The Williams Institute, a leading think tank dedicated to the field of sexual orientation and gender identity-related law and public policy, announced that Dr. Ilan Meyer, one of the nation’s leading experts on health disparities impacting the LGBT population, will join the Institute as its new Williams Senior Scholar of Public Policy.
Dr. Meyer is currently a Professor of Clinical Sociomedical Sciences at Columbia University’s Mailman School of Public Health, where he is also Deputy Chair of the Masters Programs in the Department of Sociomedical Sciences. His areas of research include stress and illness in minority populations, particularly the relationship of minority status, prejudice and discrimination, and mental health outcomes in sexual minorities and the intersection of minority stressors related to sexual orientation, race, ethnicity, and gender.
Dr. Meyer has developed minority stress theory, which holds that LGBT people, people of color, women, and other stigmatized populations face unique stressors as a result of their stigmatized status that lead to mental health disparities. His framework is well-known as the most often applied model for scholars studying mental health and sexual orientation. In 2011 the Institute of Medicine identified minority stress as a core perspective in the study of LGBT health -- the only one stemming from LGBT scholarship.
Dr. Meyer's scholarship has been used to support important Supreme Court cases such as Lawrence v. Texas, and he served as an expert witness in the Perry v. Schwarzenegger trial. Earlier this month, he testified before the U.S. Commission on Civil Rights in their briefing on peer-to-peer violence and bullying. Dr. Meyer is also the co-author of a “white paper” on lesbian, gay, bisexual, and transgender (LGBT) health commissioned by the U.S. Department of Health and Human Services, which helped open the way for the inclusion of LGBT health concerns in Healthy People 2010.
Dr. Meyer holds a Ph.D. in Sociomedical Sciences/Social Psychology from Columbia University’s School of Public Health. He received his Masters from the New School of Social Research and his BA from Tel Aviv University. He completed postdoctoral fellowships in Health Psychology at the Graduate Center at CUNY and as a NIMH Research Fellow in Psychiatry (AIDS) at the Memorial Sloan-Kettering Cancer Center.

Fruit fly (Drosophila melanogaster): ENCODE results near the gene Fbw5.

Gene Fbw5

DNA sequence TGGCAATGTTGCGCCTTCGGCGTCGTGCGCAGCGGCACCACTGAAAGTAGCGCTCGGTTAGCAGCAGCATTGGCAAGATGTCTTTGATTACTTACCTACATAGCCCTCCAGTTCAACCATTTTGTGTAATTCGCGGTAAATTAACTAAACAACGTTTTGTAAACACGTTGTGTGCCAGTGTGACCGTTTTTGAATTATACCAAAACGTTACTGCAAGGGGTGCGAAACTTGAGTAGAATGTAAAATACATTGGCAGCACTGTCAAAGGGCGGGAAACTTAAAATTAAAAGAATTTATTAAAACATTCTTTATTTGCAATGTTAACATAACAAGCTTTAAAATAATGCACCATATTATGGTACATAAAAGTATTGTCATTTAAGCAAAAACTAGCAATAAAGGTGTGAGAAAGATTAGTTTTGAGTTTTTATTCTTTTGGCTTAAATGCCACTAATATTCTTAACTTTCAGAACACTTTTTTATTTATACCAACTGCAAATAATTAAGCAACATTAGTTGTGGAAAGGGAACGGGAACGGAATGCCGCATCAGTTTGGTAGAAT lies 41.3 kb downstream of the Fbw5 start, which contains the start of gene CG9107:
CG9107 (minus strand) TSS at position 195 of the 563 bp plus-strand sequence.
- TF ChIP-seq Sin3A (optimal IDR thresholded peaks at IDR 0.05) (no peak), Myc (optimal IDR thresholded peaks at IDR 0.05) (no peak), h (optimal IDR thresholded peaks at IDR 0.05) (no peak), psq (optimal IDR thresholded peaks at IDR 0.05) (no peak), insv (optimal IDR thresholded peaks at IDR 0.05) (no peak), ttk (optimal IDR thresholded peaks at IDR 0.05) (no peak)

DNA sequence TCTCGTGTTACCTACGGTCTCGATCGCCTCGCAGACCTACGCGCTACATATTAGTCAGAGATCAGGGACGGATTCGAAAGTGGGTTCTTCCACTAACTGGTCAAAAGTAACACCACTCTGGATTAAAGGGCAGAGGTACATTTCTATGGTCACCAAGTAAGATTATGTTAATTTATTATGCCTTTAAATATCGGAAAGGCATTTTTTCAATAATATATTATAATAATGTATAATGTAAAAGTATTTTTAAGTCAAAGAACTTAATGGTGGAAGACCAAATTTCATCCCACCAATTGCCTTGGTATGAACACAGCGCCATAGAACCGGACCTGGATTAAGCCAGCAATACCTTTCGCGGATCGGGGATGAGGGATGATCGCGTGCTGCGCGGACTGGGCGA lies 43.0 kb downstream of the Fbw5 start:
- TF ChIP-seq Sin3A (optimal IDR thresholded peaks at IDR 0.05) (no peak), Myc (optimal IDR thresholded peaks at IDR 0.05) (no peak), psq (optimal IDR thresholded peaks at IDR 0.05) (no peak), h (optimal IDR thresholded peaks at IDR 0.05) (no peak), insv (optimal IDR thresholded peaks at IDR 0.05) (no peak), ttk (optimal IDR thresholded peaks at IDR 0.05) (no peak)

He has authored or co-authored over 50 peer-reviewed articles and numerous other publications and conference abstracts, and has co-edited one book, and he is writing another book. His publications include the widely cited 2003 Psychological Bulletin article, “Prejudice, social stress, and mental health in lesbian, gay, bisexual, and transgender (LGBT) populations”; "Social patterning of stress and coping: Does disadvantaged social status confer more stress and fewer coping resources?" published in Social Science & Medicine (2008), with Schwartz, S., & Frost, D. M.; "Lifetime prevalence of mental disorders and suicide attempts in diverse lesbian, gay, and bisexual populations" published in American Journal of Public Health (2008), with Dietrich, J.D., & Schwartz, S.; "The Health of Sexual Minorities: Public Health Perspectives on Lesbian, Gay, Bisexual and Transgender Populations" published in Springer (2007), with Northridge, M.E.; and "Prejudice as stress: Conceptual Problems for Measurement" published in American Journal of Public Health (2003).
In 2006-2007, Dr. Meyer was a Visiting Scholar in the very prestigious and highly competitive fellows program of the Russell Sage Foundation. In 2001, he guest-edited the first special issue on LGBT health in the flagship public health journal, The American Journal of Public Health. He has also received numerous awards for his scholarship, including the Mark Freedman Award for outstanding research on lesbian/gay issues from the Association of Lesbian & Gay Psychologists; and the Distinguished Scientific Contribution Award from the American Psychological Association Division 44.
The Williams Institute for Sexual Orientation Law and Public Policy advances law and public policy through rigorous, independent research and scholarship, and disseminates its work through a variety of education programs and media to judges, legislators, lawyers, other policy makers, and the public. For more information, please visit law.ucla.edu/williamsinstitute.